2. Peel or slice the outer leaves from the sprouts. Yes, this requires a bit of patience, but it is actually something you can do while watching TV. Just keep rotating that sprout until you get down to the ridiculously small leaves.
  3. Place the leaves in a large bowl; drizzle with olive oil and toss to coat.
  4. Spread on a rimmed baking sheet in a single layer. Roast in preheated oven for about 10 minutes or until browned and crispy. Watch closely—they burn easily.
  5. Season with salt and serve immediately.

Are All Bamboo Shoots Edible?

"I have two types of bamboo growing on our farm. Are all bamboos suitable for harvesting bamboo shoots? I am willing to try them but just don't want to poison myself. Also, both of mine are 'clumpers, not runners' if that helps."

Cooked bamboo shoots

Cooked bamboo shoots

Mary, I love bamboo shoots but I never thought of gathering my own; the only way I harvest bamboo is from a small aluminum can (which I find in between the bean sprouts and baby corn) in the Asian foods section of my grocery store.

According to, all bamboo is "potentially" edible. Some are tastier than others, some are bitter and/or tough and require aggressive cooking to make them even mildly palatable. Based on that description I don't think you'll poison yourself with whatever is growing on your farm, but it might not be as tasty as you had hoped.

Modern Farmer goes on to explain that:

  • All bamboo should be cooked before eating (never eat it raw).
  • Bamboo doesn't require fertilization, but giving it a dose once in a while will encourage new, fresh shoots.
  • Don't fertilize with manure.
  • Unfortunately (for you) the best-tasting bamboos are the ones that are runners, not clumpers.
  • Harvest with the help of a sharp space.
  • Don't remove more than 30 percent in one year.
  • Remove the dark outer "peel" until you reveal the white flesh inside.
  • After harvesting and peeling, keep on a damp paper towel in a bag in the refrigerator to keep them fresh.
  • Cook as soon as possible; with prolonged storage they become bitter.
  • Slice and boil for 10 minutes; after that, if they are still tough and/or bitter, change the water and boil another 10 minutes.


In the Nutritional Battle of Faux Bacon, Which One is the Winner?

"I have a recipe for banana skin bacon. Yes. Banana skins. You scrape off the extra white stuff from over-ripe banana skins, dip them in liquid smoke, soy sauce, nutritional yeast, and some other seasonings and then bake them for about 4 minutes at 400 degrees. They are amazingly crunchy and flavorful. The question is: is there any nutritional value in banana skins? Is it like eating rice paper? Nothing really there? I have a recipe for rice paper bacon too and I like it but thought maybe the banana skins had more nutritional value, only I can't find any info on it. Do you think you could? Just wondering."

Denise, about a year ago recipes for "pulled pork" made from banana peel were flying around the internet—everyone had their own best idea. I haven't tried them because I'm not a huge fan of pulled pork. But bacon? Hey, now you're talking. I might actually give this a go.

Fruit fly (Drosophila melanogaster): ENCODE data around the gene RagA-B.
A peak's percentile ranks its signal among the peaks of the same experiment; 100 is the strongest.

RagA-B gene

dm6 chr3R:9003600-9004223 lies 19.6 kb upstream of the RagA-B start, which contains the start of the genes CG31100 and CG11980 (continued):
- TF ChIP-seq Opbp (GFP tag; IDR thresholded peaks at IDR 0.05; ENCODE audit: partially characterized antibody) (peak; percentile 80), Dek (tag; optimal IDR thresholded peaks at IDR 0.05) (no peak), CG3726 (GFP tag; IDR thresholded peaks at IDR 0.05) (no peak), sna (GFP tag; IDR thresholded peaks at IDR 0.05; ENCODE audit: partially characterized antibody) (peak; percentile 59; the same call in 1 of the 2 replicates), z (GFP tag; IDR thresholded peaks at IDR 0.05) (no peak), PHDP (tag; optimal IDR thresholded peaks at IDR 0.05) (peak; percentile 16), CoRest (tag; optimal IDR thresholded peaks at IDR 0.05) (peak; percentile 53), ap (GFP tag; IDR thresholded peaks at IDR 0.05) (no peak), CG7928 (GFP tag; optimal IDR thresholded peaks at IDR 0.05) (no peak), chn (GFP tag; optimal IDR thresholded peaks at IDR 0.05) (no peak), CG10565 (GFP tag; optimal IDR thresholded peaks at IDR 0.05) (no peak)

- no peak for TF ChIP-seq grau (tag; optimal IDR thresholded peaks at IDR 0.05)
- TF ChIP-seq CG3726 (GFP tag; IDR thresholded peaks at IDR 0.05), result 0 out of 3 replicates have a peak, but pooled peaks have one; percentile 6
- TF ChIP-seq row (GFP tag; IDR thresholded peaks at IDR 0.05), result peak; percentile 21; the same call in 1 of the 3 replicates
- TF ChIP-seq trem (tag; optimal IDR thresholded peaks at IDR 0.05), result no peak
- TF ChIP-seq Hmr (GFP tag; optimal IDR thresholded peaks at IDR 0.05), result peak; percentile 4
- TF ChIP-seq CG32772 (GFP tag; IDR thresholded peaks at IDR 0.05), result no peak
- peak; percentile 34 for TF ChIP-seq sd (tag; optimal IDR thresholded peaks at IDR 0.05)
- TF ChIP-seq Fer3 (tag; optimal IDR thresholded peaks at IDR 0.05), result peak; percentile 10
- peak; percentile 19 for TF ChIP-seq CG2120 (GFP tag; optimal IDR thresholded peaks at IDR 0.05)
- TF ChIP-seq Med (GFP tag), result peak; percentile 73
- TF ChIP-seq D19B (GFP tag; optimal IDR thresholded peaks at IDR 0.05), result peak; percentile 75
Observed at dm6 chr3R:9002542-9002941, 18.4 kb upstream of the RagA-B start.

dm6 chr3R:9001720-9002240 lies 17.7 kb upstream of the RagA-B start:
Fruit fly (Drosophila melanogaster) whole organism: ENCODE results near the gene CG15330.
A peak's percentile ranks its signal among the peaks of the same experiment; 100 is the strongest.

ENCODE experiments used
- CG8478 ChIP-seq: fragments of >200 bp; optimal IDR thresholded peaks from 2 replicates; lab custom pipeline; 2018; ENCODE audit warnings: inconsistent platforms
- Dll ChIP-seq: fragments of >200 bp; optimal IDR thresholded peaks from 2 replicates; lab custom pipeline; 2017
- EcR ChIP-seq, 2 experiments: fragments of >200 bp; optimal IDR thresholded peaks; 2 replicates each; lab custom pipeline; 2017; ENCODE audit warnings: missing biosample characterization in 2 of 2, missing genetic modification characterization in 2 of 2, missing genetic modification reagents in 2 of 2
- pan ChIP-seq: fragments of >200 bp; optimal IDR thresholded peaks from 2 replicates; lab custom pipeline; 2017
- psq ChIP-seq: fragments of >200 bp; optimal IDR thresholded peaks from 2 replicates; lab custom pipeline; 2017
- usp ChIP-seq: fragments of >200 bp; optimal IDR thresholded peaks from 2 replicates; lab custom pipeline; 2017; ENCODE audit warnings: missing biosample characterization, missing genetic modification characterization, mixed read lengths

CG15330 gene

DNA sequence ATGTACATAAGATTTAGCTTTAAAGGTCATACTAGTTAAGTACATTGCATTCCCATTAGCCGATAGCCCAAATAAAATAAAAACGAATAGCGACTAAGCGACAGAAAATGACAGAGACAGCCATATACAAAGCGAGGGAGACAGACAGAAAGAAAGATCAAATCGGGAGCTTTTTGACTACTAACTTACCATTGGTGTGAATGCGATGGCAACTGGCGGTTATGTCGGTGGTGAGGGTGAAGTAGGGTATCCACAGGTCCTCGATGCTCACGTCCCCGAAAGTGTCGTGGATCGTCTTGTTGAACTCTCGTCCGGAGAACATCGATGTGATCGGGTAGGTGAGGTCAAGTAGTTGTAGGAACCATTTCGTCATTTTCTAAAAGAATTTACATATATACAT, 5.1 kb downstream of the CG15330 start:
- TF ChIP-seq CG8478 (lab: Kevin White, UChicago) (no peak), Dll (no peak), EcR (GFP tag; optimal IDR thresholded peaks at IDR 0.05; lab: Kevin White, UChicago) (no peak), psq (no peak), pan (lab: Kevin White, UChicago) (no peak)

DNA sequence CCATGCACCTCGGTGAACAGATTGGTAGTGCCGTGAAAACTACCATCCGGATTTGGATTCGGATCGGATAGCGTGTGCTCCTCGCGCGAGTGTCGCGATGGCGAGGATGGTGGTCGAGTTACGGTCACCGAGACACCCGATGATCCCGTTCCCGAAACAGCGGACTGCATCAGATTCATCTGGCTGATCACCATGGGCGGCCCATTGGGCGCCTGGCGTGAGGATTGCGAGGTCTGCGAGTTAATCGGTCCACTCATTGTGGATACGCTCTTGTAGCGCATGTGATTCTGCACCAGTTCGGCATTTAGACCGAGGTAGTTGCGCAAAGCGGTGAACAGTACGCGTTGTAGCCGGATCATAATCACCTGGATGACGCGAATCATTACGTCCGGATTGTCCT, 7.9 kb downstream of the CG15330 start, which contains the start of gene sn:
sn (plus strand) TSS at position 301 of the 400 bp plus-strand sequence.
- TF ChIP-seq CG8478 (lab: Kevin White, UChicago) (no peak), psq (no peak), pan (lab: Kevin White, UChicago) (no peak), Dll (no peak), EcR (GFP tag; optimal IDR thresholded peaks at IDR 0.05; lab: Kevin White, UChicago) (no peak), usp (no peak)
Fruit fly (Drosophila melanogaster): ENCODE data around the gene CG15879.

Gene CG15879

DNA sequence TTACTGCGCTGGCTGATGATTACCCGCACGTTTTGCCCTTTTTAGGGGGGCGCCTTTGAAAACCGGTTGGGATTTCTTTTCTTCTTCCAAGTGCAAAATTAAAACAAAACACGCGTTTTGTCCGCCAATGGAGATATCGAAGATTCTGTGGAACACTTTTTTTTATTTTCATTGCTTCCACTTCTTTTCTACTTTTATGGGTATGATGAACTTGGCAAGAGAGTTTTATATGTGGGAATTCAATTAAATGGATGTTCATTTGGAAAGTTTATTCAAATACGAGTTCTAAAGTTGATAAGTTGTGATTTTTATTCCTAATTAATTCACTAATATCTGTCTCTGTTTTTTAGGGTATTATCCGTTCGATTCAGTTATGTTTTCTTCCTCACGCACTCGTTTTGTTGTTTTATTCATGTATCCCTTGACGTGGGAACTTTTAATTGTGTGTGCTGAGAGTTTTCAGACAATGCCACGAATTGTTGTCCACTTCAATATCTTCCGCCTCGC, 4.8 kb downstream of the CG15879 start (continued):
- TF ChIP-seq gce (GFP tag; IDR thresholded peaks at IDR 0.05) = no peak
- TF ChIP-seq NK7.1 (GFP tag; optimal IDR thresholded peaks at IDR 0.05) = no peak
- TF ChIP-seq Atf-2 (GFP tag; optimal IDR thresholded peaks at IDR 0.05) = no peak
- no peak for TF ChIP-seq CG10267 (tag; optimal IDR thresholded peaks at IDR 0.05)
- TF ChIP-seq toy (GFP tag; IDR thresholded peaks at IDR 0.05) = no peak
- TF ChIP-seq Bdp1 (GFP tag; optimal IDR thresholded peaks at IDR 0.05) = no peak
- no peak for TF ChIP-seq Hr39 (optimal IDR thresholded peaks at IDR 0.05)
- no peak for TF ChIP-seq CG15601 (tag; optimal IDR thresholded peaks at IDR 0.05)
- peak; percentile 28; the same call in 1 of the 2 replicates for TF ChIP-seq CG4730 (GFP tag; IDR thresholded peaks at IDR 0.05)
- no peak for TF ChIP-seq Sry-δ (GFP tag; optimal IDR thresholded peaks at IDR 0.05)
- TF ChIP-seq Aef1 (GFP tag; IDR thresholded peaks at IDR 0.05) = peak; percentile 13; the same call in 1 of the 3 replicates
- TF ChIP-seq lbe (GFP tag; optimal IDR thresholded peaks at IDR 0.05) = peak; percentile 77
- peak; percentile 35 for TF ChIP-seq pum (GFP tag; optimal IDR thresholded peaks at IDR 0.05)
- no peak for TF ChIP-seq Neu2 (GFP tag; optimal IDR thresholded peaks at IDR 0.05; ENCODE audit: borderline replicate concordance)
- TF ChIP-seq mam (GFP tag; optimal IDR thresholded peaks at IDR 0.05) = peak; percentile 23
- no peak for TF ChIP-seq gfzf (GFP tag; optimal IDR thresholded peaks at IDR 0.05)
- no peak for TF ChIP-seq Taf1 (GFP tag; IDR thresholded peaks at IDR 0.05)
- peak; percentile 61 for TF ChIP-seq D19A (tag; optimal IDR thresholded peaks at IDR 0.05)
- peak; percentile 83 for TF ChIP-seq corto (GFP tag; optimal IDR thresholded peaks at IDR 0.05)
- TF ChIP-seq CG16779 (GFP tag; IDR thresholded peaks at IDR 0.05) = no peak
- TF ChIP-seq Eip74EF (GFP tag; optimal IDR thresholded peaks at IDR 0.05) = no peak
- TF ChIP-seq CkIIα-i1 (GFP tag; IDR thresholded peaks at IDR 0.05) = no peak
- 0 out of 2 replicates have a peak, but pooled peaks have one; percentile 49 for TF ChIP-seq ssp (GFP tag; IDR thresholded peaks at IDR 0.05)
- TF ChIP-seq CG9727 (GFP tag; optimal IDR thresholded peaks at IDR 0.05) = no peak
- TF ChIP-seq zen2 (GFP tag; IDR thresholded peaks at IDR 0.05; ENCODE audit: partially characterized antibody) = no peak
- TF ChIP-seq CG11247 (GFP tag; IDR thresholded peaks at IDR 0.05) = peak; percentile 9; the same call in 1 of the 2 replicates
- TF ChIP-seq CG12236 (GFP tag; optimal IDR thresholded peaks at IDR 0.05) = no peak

To answer your question I found two similar recipes for bacon (or what my daughter calls fake-in); one uses banana peels (but pan-fries them instead of baking them in the oven), and the other uses rice paper. Here's how they compare nutritionally.

 Banana Peel BaconRice Paper Bacon


2 grams

7 grams


1 gram

7 grams


377 mg

473 mg


19 mg

5 mg


1 gram

2 grams

Vitamin A

60 IU



4 mg



0.2 mg


We're Organized

Did you know that there is a Table of Contents for this series? I have created an article that provides a detailed listing of each question I've received. It's broken down by category, and within each category, the questions are listed alphabetically. Each question is actually a hotlink back to the original post.

Here's a link to that Table of Contents.

I have also cataloged all of my personal recipes that I have shared with you in this weekly Q&A series and in all of my other articles as well. The link to that Index is here. There are hotlinks to each recipe and this will be updated as new recipes are shared.

My "Mews"

My "Mews"

Let's do this again next week. If you have questions about foods, cooking techniques, or nutrition you can ask them here. If you are in search of an old recipe or need ideas on how to improve an existing one I can help you. If you want to learn more, let's do it together. Present your questions, your ideas, your comments below. Or, you can write to me personally at this email address:

And, I promise that there will always be at least one photo of a kitty in every Monday post.

© 2020 Linda Lum


Linda Lum (author) from Washington State, USA on June 02, 2020:

Denise, it's what I do. This is a lot more fun than being a budget analyst for the Federal Govt.

Denise McGill from Fresno CA on June 02, 2020: